Wednesday, May 27, 2009

Foreclosures: Read the Fine Print

Buyers should read the fine print on bank addendums very carefully before agreeing to complete the purchase of a foreclosed (“REO”) home.

I’m reading a bank’s REO Addendum now and I’ve got 2 problems with it.  1) It removes the buyer’s financing contingency after the “Financing Commitment Date.” 2) The actual Financing Commitment Date is left blank.

In part, the bank Addendum says
. . . If Buyer delivers written notice to Seller that … financing has been declined (a “Notification of Decline”) prior to the Financing Deadline, then the Agreement to Purchase shall become null and void and the Deposit shall be returned to Buyer. If Buyer fails to deliver to Seller either a Commitment [i.e. full loan approval] or a Notification of Decline prior to the Financing Deadline, then Buyer shall be deemed to have waived the foregoing contingency and the Agreement shall remain in full force and effect without any such financing contingency.

If that doesn’t sound scary to you, keep reading to see why it IS scary.  If you already know how to read and interpret legalese, you know where I’m headed: caveat emptor.

What’s a Financing Contingency?

In a standard purchase contract, the buyer’s purchase is contingent on getting a mortgage.

If the buyer’s loan application is denied at any point in time – up to and including closing day – the buyer notifies the seller in writing “my loan was denied” and she/he gets his/her earnest money deposit back.

The buyer goes on his merry way. Or maybe it’s his depressed way. But at least it’s not his “poorer because I lost my earnest money” way. (there can be extenuating circumstances, but this is the gist of the contract language)

What’s Wrong With This Picture?

Back to the example above – remember, the bank’s REO Addendum removes the buyer’s financing contingency after the passing of the “Financing Commitment Date,” which is left blank.

What Does This Mean?

I can see this potentially going very, very badly.

  • IF my buyer client is denied her mortgage loan,

  • THEN we inform seller in writing “loan denied” and say “please give us back buyer’s earnest money.”

  • IF bank doesn’t feel like giving earnest money back because they’re bleeding red ink all over their quarterly government filings showing what they did with all that taxpayer bailout money,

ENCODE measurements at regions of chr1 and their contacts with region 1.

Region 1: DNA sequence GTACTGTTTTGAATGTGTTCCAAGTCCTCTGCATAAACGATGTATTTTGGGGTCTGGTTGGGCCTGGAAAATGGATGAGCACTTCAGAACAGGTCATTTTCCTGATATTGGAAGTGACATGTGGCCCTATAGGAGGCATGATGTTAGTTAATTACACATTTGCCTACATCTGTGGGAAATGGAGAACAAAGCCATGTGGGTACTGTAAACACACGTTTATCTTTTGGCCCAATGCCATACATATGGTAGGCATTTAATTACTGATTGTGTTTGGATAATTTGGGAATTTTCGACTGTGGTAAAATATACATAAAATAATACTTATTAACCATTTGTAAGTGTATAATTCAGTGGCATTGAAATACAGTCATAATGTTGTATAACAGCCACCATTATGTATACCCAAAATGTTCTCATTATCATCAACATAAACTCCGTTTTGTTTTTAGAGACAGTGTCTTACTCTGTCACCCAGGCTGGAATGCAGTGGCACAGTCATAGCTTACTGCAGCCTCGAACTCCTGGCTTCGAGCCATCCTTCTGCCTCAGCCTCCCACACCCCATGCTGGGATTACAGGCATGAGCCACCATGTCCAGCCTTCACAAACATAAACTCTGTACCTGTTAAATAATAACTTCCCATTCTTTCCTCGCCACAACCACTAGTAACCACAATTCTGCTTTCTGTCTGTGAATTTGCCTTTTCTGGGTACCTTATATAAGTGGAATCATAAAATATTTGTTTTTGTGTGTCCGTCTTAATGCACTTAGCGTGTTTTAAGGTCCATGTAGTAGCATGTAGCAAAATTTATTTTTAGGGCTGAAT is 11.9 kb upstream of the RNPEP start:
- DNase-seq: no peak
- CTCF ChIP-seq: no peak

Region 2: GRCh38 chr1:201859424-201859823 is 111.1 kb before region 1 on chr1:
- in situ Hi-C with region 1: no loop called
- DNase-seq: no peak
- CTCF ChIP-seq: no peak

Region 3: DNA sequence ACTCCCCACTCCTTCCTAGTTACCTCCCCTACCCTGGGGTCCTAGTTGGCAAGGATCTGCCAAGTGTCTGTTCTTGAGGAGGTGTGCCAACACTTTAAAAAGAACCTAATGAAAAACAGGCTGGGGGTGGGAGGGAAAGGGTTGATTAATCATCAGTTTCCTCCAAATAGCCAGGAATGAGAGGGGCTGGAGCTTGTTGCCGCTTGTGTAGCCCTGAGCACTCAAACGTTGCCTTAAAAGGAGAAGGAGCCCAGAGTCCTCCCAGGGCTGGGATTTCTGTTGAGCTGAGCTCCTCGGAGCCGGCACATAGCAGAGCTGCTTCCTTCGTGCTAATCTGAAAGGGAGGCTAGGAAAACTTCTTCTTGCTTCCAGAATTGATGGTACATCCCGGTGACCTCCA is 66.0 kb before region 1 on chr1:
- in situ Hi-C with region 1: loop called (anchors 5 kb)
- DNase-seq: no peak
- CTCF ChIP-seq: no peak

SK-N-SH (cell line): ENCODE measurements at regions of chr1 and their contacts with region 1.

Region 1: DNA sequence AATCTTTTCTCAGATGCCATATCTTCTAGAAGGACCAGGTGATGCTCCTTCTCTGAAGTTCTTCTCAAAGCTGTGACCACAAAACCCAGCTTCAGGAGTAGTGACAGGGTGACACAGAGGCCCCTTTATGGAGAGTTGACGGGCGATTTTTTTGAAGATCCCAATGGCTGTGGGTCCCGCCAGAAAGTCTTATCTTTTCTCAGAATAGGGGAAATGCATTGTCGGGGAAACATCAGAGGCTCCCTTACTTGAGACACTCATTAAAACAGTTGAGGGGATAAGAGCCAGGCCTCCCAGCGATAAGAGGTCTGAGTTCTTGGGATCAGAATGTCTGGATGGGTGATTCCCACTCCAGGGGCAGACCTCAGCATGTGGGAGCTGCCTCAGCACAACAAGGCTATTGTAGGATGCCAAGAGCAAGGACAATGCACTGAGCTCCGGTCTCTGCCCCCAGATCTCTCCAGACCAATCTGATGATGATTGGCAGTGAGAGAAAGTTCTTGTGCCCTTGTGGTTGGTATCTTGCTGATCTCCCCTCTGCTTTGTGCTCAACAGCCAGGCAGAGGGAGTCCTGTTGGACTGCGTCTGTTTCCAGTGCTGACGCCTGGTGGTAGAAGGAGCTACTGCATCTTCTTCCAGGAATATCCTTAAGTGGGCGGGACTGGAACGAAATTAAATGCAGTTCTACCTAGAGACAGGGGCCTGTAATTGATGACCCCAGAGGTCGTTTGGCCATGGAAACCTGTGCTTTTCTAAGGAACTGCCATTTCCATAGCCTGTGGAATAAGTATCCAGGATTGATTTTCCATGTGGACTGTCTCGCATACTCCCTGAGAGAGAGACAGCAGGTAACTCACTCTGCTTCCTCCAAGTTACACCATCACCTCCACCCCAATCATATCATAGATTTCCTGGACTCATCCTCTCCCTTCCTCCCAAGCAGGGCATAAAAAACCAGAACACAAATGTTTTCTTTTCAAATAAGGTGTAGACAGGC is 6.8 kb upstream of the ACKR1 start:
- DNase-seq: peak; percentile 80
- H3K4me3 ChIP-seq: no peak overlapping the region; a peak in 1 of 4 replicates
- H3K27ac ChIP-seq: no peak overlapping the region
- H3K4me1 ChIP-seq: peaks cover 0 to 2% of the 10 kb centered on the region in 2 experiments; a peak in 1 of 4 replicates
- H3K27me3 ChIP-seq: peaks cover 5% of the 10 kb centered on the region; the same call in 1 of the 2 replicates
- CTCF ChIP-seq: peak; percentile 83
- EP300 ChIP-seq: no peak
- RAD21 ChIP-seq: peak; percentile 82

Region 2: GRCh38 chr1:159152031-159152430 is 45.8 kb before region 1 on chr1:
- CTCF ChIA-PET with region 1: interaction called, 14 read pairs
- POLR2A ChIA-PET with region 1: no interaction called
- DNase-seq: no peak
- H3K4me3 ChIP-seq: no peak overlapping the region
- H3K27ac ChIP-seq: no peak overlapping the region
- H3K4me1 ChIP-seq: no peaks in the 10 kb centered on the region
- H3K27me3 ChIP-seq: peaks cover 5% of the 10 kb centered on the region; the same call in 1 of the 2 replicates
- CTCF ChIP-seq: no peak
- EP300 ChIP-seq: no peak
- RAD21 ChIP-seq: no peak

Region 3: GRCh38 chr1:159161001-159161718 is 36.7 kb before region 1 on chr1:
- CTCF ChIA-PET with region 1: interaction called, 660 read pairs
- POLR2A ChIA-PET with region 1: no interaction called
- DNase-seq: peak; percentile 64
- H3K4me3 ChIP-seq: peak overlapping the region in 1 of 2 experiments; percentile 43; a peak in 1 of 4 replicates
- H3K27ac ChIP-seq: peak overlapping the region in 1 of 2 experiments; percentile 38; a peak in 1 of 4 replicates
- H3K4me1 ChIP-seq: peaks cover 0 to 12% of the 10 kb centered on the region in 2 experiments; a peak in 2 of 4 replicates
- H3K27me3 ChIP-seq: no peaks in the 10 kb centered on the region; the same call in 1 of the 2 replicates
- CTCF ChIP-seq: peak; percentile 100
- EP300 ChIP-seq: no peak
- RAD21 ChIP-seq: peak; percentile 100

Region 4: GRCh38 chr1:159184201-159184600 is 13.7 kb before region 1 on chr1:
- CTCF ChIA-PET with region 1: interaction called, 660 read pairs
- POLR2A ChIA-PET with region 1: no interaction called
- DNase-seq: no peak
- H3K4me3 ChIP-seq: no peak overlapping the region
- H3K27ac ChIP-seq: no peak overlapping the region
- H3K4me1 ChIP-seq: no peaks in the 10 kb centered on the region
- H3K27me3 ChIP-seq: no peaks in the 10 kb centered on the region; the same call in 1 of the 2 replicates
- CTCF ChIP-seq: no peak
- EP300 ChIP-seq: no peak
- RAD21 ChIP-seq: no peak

• THEN they could use the blank Financing Commitment Date to justify taking Buyer’s earnest money.

HOW? I used to work for a bunch of lawyers. I grew up listening to my Mom talk about the lawyers for whom she worked for over 20 years. Believe me, it wouldn’t be hard to find a lawyer who’d argue that that a blank Financing Commitment Date meant the buyer needed full loan approval at the time she signed the contract.

Slam, bam, thank you Ma’am. You’ve just been burned by legalese. Your earnest money? Gone.

(and I'm not even lawyer bashing; they’re just doing their job)

The Bottom Line

I’ve laid out a pretty far-fetched scenario. It’s highly unlikely the bank selling the foreclosed house expects the buyer to have a full loan commitment on the date she signed the contract to buy the house. (Technically, it’s 99.9%  impossible to have a full loan commitment on the date you make an offer.) It’s also pretty unlikely that a bank would actually take my buyer’s earnest money if we told them our loan was denied.

But as a buyer’s agent it is my job to anticipate and explain to my client the potential worst case scenario. Murphy’s Law says the minute I don’t, is the minute the worst case scenario hits my buyer in the face. Or the wallet, as the case may be.

Buyer Beware

Read the fine print on everything you sign. The banks selling foreclosed homes are not your friend. They do not wish you well. All they wish is to recoup as much money as possible on every house they sell.

My buyer is very likely to decide to go through with this deal. But at the very least, she deserves to know the risks she’s taking, upfront. And she deserves to make an informed decision, after hearing the potential risks (bigger risk of losing earnest money) and the potential benefits (nailing a screaming good deal on a solid little house).